Newslink 88 | Winter 2017

Newslink 88: Guest editorial

Dr Steven Quigley FAUA
AUA Trustee and Academic Registrar, Regent’s University London

In no particular order: a commentary, an opinion, an observation, and a prediction.

All Trustees serving on the AUA Board contribute in some way to the functioning of our excellent AUA. Part of my contribution as a Trustee is to hold the publications purview for the Board and because of that I am a member of both the Editorial Advisory Boards of our membership magazine Newslink and academic journal Perspectives. Since I serve in this capacity Giles Brown, the Editor for Newslink, suggested that I might wish to write a guest editorial; as I never miss an opportunity to expand my CV here it is!

The writing of an editorial does not sound difficult, but if you have not written one before then you are left wondering what you should write about. My understanding for an editorial is that I am solely offering my thoughts, not my employer’s and maybe the AUA’s, however for this piece these words and thoughts are all my own. Furthermore, and most importantly, the editorial should express an opinion, an observation, a prediction or a commentary so I shall start with an observation first.

This issue is packed with some excellent articles; we have part two of Michelle Gander’s piece on the careers of professional services staff, a piece on evaluation by Neil Raven, Jan Shine’s top tips on making the most of resources, an interview with Douglas Blackstock, and an updated ‘timeline’ bringing the one we published in the Jubilee Publication up to date to illustrate the on-going dramatic changes and uncertainty in/imposed on the sector.

By way of a commentary, Jo Johnson (Minister of State for Universities, Science, Research and Innovation) gave a speech on 20 July 2017 to an organisation called Reform (an independent organisation interested in improving public sector performance within budget). Jo Johnson’s speech may be found at: (accessed 5 October 2017).

I have picked three things from the speech to comment on and I shall then make a prediction; first, of particular note, is the pushing of two year degrees for a reduced fee. Why? Simply because of money? Will this produce a better student experience? I am not convinced for two reasons, first, I question whether an employer places the same value upon a two year degree as a three year degree. Second, I am not convinced that a two year degree can ever be seen as academically equivalent to a three year one. If this notion of a two year degree gathers momentum then I will be interested to see the statistics of how many students who are signed up for two year degrees actually gain the breadth and depth of skills, knowledge and analysis needed to complete within that time period and how many end up being employed within six months of graduation in graduate level jobs! Third, Jo Johnson is looking to empower the Office for Students three months ahead of its previously intended launch.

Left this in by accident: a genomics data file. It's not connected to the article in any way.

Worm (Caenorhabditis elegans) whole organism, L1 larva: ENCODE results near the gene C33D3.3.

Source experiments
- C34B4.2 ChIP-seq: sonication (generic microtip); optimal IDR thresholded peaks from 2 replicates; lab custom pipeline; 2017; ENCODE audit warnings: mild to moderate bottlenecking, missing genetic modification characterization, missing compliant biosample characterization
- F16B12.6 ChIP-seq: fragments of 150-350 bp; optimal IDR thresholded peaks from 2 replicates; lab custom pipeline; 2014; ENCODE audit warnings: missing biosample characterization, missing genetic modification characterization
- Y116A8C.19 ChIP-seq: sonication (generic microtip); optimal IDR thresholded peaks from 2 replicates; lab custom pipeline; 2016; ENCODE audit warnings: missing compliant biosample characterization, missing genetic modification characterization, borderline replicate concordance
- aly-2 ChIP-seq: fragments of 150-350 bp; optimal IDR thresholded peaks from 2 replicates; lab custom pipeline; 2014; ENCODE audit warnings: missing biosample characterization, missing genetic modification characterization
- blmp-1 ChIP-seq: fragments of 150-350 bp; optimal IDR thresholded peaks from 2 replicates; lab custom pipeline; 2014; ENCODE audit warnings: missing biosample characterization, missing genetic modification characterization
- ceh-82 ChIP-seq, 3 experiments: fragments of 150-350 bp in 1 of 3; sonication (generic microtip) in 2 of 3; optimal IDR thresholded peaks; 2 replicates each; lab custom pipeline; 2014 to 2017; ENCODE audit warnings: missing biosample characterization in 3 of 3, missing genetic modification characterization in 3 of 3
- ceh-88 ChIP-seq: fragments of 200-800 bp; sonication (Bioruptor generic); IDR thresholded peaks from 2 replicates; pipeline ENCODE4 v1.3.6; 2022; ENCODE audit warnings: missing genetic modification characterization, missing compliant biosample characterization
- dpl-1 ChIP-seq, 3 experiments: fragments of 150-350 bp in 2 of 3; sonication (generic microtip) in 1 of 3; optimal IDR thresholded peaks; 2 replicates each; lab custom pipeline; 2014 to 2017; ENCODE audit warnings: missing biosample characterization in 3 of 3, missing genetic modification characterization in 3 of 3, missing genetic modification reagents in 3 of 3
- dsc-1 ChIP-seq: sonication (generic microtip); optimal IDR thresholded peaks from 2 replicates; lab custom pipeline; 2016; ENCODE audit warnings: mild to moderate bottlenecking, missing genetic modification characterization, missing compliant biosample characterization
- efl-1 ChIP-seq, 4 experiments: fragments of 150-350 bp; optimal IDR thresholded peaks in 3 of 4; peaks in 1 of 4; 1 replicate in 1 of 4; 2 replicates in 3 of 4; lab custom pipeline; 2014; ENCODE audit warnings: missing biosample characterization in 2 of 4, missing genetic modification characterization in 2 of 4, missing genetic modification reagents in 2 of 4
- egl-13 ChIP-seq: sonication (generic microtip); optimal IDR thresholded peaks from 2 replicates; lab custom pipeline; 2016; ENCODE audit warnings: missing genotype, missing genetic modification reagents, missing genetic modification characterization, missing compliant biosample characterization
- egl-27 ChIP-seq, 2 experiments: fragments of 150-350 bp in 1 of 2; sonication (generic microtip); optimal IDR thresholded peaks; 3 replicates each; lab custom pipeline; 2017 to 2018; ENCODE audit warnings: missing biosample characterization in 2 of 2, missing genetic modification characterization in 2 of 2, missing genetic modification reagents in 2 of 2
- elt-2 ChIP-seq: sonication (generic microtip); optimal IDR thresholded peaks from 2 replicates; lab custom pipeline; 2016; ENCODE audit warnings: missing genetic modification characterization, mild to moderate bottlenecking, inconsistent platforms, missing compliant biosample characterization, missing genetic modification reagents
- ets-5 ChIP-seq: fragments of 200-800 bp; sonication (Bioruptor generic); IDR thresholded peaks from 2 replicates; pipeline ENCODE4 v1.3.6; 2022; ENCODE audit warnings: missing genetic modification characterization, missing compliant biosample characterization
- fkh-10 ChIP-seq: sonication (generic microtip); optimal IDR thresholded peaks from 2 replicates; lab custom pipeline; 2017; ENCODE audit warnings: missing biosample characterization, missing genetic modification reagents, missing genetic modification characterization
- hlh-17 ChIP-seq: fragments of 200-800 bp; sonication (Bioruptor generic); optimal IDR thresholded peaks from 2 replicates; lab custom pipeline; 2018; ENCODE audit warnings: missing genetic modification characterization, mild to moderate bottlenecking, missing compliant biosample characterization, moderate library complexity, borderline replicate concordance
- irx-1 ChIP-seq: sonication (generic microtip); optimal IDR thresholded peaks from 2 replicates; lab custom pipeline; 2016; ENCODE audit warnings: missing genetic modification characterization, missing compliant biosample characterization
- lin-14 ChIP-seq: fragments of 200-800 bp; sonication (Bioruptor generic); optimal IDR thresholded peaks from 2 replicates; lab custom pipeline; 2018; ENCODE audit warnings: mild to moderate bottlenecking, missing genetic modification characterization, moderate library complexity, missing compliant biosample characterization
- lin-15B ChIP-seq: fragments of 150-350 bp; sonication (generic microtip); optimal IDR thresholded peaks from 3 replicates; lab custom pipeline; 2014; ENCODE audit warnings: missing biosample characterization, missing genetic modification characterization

This will bring forward the timetable for delivering a new regulatory framework for higher education. I am left wondering what the first changes might be? Might it be a change of agency name to something that people can understand such as the Higher Education Regulation Authority? What do you think? Jo Johnson’s view is that one of the first things that he wants the OfS to do is to look at student-university contracts. This I suggest is a case of taking things too far. If you were a 17 or 18 year old student then would you sign a contract that might be up to or over 30 pages in length? I suspect not as it would terrify you. If we as a sector are to turn our implied terms for being a student into massive expressed term consumer contracts then I predict that we might all end up having no students at all!

5 minutes with…

Our new Honorary President Mary Curnock Cook OBE

What does your appointment as Honorary President to the AUA mean to you?

I am really looking forward to the opportunity to connect with and share expertise with other professional administrators in the sector. I hope I can add value through my own experience at the helm of UCAS, one of the oldest shared services in the sector, and no doubt learn a lot myself through the AUA network.

What do you think is the role of the AUA in the sector?

As well as recognising professionalism in administration, the AUA provides an instant network for members to share experience and learn from one another. A professional network is probably the most powerful learning tool that anyone can have.

What piece of advice would you give to someone just beginning a career in HE administration and management?

Decide whether you are there for the ride or whether you want to shape the ride. Shaping things can start in small ways, but managers always notice the people who are genuinely motivated and prepared to volunteer to get involved with new initiatives.

What drew you to take a role within the HE sector?

As a late starter in higher education (I didn’t go to university until I was in my 40’s) I spent the first half of my career feeling I’d missed out. Little did I know that I’d end up working in HE or the extent to which I’d be inspired by it.

Also in this issue…

Evaluation: an introductory guide
Dr Neil Raven considers the fundamentals of evaluation6

Higher education in the UK: a timeline 1961-2017
Dr Matthew Andrews looks back over the last 56 years of higher education history

The Tertiary Education Management Annual Conference 2017
Matthew Hisbent reports back from the 2017 Tertiary Education Management Conference, Melbourne, Australia

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